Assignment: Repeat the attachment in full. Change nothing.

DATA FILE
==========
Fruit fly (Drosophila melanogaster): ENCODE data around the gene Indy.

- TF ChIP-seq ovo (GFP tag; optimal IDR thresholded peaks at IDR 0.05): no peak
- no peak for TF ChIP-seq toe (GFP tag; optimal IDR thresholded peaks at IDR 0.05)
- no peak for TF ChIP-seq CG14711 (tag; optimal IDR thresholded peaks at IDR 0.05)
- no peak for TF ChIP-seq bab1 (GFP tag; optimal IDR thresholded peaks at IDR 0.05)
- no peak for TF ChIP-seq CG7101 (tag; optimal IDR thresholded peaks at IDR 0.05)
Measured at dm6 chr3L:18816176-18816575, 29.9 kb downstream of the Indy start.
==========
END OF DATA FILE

Fruit fly (Drosophila melanogaster): ENCODE data around the gene Indy.

- TF ChIP-seq ovo (GFP tag; optimal IDR thresholded peaks at IDR 0.05): no peak
- no peak for TF ChIP-seq toe (GFP tag; optimal IDR thresholded peaks at IDR 0.05)
- no peak for TF ChIP-seq CG14711 (tag; optimal IDR thresholded peaks at IDR 0.05)
- no peak for TF ChIP-seq bab1 (GFP tag; optimal IDR thresholded peaks at IDR 0.05)
- no peak for TF ChIP-seq CG7101 (tag; optimal IDR thresholded peaks at IDR 0.05)
Measured at dm6 chr3L:18816176-18816575, 29.9 kb downstream of the Indy start.